The Innovative Leader: Finding + Seeing + Leading

A short excerpt from Out•Think – enjoy!
Innovation doesn’t have to be complicated. Sometimes it’s as simple as designing the shampoo bottle so it rests upside down. Sometimes it’s as novel as a vending machine that mixes your drink on the fly.

Today’s leader is an expert on figuring out how to stitch together varying ideas and technologies which result in realized value in the world. The challenge will become how quickly can we both conceptualize powerful combinations of ideas, and then lead a team to execute on that dream.

I had an interview two years ago with Venkatesh Valluri, President of Ingersoll Rand India. In our conversation, he spoke of the qualities of successful emerging leaders as possessing three distinct qualities:

  1. The ability to scan a constantly moving stream of technologies and information and pick out the meaningful trends in their businesses
  2. The ability to conceptualize a mashup of disparate technologies and capabilities into new valuable innovations which are right for your market
  3. The passion, communnication, and conviction to lead a team to execution on this vision.

As he described it:

Today if you asked me, What would be a leadership development model at Ingersoll Rand?—it would be a very unique model, in the sense that, Okay, is this leader prepared to have a conceptual flexibility, and strength to scan the environment, look where the problem is in that market, and build a solution backwards? Now once having defined that, then I guess the next piece which really comes is: Would he be able to execute on that? And once you talk about execution, then, at the same time, is he able to rally the entire team behind that by saying, This is the right thing for us to do?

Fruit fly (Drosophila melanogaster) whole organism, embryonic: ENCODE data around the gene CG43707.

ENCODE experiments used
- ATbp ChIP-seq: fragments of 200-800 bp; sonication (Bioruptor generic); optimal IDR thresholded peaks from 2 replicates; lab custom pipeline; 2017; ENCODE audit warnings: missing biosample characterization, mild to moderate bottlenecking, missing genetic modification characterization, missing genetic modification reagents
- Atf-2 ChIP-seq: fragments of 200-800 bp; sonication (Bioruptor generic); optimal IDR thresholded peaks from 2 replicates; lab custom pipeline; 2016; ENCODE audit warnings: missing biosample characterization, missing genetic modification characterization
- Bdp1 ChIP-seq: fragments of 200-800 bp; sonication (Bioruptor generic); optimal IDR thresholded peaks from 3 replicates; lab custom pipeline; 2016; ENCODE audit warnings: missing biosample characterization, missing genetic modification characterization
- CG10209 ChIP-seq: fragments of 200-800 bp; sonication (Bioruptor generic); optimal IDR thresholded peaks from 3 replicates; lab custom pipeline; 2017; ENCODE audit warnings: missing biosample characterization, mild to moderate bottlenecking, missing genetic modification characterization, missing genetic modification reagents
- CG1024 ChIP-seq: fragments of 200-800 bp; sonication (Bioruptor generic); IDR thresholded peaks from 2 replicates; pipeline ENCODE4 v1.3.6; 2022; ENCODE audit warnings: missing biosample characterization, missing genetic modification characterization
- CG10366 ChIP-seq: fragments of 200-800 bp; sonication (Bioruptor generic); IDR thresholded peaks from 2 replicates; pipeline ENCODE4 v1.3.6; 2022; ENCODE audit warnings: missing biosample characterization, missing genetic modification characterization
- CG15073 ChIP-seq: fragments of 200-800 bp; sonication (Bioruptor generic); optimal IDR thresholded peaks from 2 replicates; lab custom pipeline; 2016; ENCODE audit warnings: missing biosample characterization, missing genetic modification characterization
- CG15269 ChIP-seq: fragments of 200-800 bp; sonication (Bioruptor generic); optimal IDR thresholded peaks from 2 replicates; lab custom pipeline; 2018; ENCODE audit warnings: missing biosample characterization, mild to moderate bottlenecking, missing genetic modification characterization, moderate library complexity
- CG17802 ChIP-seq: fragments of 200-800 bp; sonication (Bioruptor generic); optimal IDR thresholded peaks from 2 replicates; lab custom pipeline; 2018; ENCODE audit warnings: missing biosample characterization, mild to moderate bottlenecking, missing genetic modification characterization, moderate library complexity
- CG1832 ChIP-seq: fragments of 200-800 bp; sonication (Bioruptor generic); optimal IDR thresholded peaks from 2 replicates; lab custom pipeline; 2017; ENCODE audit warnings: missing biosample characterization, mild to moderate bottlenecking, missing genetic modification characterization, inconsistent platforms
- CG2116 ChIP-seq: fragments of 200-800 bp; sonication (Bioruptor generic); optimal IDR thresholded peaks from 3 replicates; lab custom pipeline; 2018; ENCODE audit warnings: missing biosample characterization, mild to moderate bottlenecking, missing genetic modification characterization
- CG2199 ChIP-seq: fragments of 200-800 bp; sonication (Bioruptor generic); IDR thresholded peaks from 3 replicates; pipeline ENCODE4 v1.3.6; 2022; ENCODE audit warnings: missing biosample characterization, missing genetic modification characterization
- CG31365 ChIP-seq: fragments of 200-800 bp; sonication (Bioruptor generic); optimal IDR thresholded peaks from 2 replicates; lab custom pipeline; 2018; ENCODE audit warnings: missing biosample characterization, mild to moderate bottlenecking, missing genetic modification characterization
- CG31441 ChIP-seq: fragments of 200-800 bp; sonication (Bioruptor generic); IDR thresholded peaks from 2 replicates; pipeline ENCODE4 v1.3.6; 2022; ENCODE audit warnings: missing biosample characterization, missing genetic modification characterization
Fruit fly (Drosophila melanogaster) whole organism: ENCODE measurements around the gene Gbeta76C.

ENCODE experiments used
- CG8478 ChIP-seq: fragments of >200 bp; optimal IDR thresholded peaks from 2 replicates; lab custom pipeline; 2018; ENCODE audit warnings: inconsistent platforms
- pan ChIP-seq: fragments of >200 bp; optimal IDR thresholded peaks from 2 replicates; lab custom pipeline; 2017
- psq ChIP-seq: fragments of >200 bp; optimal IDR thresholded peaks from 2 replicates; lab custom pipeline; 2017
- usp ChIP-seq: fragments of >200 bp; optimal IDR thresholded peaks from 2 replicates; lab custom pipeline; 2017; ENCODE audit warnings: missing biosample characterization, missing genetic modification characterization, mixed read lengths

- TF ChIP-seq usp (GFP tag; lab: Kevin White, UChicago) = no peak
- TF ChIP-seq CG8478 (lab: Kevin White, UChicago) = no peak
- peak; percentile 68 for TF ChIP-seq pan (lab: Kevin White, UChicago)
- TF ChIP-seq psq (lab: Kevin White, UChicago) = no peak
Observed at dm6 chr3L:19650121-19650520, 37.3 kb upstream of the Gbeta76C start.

Valluri pointed out that industries around the world are developing deep expertise in many fields, including nanotechnology, energy sustainability, food preservation, or GPS tracking and reporting technologies. Ingersoll-Rand doesn’t need to develop expertise in each of these, he said, but the company does need be aware of that these technologies exist and be able to conceptualize new ways to leverage them to solve problems for their customers.

Valluri calls this “innovation convergence,” giving the following example: Historically farmers in India have used the technologies available to them to move farm produce to market—namely, carts and wagons pulled by human or animal power. There are many variables that can lead to product loss and missed market opportunity while picking, loading, and conveying farm produce to a buyer’s market or distribution center. The farmer may be unaware of deteriorating weather. There may be a lack of buyers in the market, and the produce will spoil. The seasonal rains may have created mud conditions that slow the farmers’ progress. There may be a glut of produce at one market and scarcity at another.

Ingersoll-Rand integrated multiple technologies, including ruggedized buggies with four-wheel drive, GPS tracking to monitor the location of shipments, technology to determine the status of demand at different markets and shipping locations, and finally refrigeration technology to preserve the produce in transit.

This solution optimizes the entire value chain, reducing loss and maximizing delivery and value to the market—all without needing to have within the organization deep niche expertise of each of these disparate technologies. All that was needed was for leadership at Ingersoll-Rand to have an awareness of these technologies, strong networked collaborators, the ability to conceptualize a new solution for the customer, and, perhaps most importantly, the strength and conviction to lead a team to execute on the vision.

That, to Valluri, is real innovation.